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The output of a 74AC14 inverter chip charges and discharges the capacitor (C2) through two different variable resistor paths to create pulse-width modulation. Hooking up an oscilloscope to the capacitor and to the output pin of the inverter chip reveals the operation of the PWM over time.
The first trace is a snapshot taken when the potentiometer wiper is centered evenly. Because the same approximate amount of resistance is used for both the charge and discharge paths, the on time and off time is about the same.
Oscilloscope trace of a triangular charge-discharge cycle of a capacitor and the square wave output of the connected logic chip.
The top row shows an almost triangle-shaped wave. There’s actually a bit of a curve to the triangle lines. This is the output of the capacitor charging (up slope) and discharging (down slope).
By the way, if you ever need a triangular wave, you now know how to make one.
The height of the triangle is about 1.28V. That is, the difference in voltage between the low state of the capacitor and the high state of the capacitor is around 1.28V. This amount is determined by the hysteresis of the Schmitt-trigger input.
The actual hysteresis (voltage difference) will vary from chip-to-chip, from technology-to-technology (AC versus HC or LV), by power supply voltage, and by temperature. Also, the true capacitance and resistance of the components will differ slightly from their labels. For these reasons, you cannot pre-determine an exact frequency of the pulse wave simply by the part numbers and part labels used in the circuit. However, you can come close enough for most purposes.
For example, a 0.1 µF (microfarad) capacitor and 10 kΩ (kilohm) potentiometer resulted in an approximately 1.07 kHz (kilohertz) frequency wave on my setup. If I swapped with other 0.1 µF capacitors from my part bin, or if I let the board age or tried it under different temperatures, the frequency might vary between 1.00 to 1.14 kHz. But, practically speaking, that won’t make a difference to the attached circuits.
The bottom row of the oscilloscope trace shows the square wave output of the inverter chip. When the output is high, the square wave is high, and the triangle wave slopes upwards because the output is charging the capacitor.
Notice that the output changes from high-to-low at the peak of the triangle wave and low-to-high at the valley of the triangle wave. At those points, the capacitor reached a high enough voltage or a low enough voltage to change the input value on the inverter chip, which caused the inverter chip to change its output.
The square wave is low about the same amount of time (the same width) as it is high. This is called 50% duty cycle. An attached device would receive about 50% power as it is only being turned on about half the time.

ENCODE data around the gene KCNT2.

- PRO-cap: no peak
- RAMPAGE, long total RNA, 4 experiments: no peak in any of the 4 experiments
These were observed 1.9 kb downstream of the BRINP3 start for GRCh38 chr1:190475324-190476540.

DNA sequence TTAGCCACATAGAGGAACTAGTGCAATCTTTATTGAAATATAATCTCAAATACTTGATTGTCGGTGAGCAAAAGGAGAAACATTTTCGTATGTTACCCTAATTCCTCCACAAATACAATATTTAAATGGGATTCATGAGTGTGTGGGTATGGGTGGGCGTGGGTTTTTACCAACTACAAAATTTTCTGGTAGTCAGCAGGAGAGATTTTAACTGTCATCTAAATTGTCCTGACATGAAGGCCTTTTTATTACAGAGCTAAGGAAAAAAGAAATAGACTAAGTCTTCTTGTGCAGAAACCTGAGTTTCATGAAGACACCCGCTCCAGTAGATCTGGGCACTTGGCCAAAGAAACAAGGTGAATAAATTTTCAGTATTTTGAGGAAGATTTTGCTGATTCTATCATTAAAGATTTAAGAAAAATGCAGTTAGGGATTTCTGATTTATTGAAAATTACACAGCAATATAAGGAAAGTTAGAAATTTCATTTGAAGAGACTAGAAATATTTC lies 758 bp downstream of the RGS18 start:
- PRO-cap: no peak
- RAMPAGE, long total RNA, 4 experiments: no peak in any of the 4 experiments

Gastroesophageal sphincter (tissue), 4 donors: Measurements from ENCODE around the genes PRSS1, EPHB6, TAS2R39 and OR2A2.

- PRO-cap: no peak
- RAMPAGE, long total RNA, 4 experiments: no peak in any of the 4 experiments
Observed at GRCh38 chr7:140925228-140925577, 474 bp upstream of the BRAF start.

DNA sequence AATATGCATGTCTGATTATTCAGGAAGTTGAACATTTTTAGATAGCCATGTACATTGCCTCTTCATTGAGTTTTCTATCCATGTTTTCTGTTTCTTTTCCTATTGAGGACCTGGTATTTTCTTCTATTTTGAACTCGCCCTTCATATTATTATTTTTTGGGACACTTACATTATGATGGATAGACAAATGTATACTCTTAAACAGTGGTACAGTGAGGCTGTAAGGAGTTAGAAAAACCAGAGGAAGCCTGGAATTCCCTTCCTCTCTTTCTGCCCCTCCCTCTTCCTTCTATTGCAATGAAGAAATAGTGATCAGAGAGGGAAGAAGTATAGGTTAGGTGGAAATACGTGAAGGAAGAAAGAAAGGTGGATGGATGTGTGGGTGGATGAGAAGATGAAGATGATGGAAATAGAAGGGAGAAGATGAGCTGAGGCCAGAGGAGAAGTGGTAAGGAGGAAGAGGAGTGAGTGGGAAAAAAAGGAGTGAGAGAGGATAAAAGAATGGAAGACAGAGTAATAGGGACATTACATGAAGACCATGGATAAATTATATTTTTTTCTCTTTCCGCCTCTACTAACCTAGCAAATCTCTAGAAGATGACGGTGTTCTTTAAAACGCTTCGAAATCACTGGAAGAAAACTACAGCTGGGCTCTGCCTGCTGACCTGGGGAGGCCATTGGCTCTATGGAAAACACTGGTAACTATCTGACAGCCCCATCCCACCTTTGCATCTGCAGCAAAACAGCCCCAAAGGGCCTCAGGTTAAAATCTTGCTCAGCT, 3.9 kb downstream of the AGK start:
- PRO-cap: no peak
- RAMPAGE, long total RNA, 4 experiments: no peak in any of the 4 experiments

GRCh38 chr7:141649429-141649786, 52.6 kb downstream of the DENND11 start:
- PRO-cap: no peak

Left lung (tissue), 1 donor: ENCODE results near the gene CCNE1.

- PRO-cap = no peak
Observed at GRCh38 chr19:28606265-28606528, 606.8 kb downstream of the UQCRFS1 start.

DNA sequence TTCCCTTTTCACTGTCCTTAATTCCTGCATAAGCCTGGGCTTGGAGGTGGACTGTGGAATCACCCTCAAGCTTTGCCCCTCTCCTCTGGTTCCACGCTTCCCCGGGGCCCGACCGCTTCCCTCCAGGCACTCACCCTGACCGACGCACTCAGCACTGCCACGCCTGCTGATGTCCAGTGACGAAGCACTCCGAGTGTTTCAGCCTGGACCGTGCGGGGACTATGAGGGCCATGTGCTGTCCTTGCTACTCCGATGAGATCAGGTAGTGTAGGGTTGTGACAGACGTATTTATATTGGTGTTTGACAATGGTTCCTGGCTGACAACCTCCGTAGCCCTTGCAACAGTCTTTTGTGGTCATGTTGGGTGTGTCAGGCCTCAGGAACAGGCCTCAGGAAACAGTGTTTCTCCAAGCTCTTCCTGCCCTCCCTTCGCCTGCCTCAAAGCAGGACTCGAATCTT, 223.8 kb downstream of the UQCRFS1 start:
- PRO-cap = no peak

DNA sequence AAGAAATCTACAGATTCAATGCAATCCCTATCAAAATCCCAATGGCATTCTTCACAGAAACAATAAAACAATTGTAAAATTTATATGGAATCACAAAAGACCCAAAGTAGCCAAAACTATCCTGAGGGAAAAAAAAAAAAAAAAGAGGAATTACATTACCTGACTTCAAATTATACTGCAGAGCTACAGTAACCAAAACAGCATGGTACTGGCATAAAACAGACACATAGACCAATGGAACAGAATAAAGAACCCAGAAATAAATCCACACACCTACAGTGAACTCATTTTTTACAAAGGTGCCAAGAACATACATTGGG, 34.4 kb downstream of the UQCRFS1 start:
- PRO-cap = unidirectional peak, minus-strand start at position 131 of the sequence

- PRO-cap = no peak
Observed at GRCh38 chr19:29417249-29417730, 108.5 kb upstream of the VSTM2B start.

The second trace is a combined snapshot taken when the potentiometer wiper is first turned mostly left and then turned mostly right.
Oscilloscope trace of a saw tooth charge-discharge cycle of a capacitor and the variable-width square wave output of the connected logic chip.
The top row shows the capacitor voltage. Because the resistance for charging is now different than discharging, the shape of the wave is no longer symmetrical. Instead of a triangle, it looks more like the edge of a saw. This is a sawtooth wave.
By the way, if you ever need a sawtooth wave, you now know how to make one.
When the potentiometer wiper is turned to the left, the resistance of the left path is lowered. The lower resistance allows the capacitor to charge up more quickly. Therefore, the “on time” is shorter.
Now here’s to cool part of the trick. Because only one variable resistor is used in the circuit, the remaining resistance is given to the other path. That is, when the left path is less resistant, the right path is more resistant. The total resistance (and therefore the total frequency) is always the same -- only the division between the “on” path and the “off” path actually changes.
So, on a 10 kilohm potentiometer, when the left side is dialed to have 2 kilohm, the right side has 8 kilohm. When the right side is dialed to have 3 kilohm, the left side has 7 kilohm.
Dialing the potentiometer to the left and the right changes the ratio of “on time” to “off time”, but the total time stays the same. The ratio of “on time” to “off time” is called the “duty cycle”.
Compare the lower left square wave to the lower right square wave in the oscilloscope trace. The lower left maybe delivers 10% power since the high portion of the wave (the “on time”) appears 10% of the time. The lower right maybe delivers 90% power since the high portion of the wave (the “on time”) appears 90% of the time.
Ta da! You can now vary the power supplied to an attached device from almost 0% to almost 100%!
(Why not exactly 0% or exactly 100%? Even if the potentiometer is dialed to 0 ohms for charging and 10 kilohms for discharging, eventually the capacitor will discharge through the 10 kilohm path. It will then charge up again almost instantly through the 0 ohm path. But, still, there will be a tiny amount of time taken to charge up. So, it is not possible to be fully off or fully on with this circuit. For most applications, it doesn’t matter.)
It is now time to put this circuit to use with a motor driver...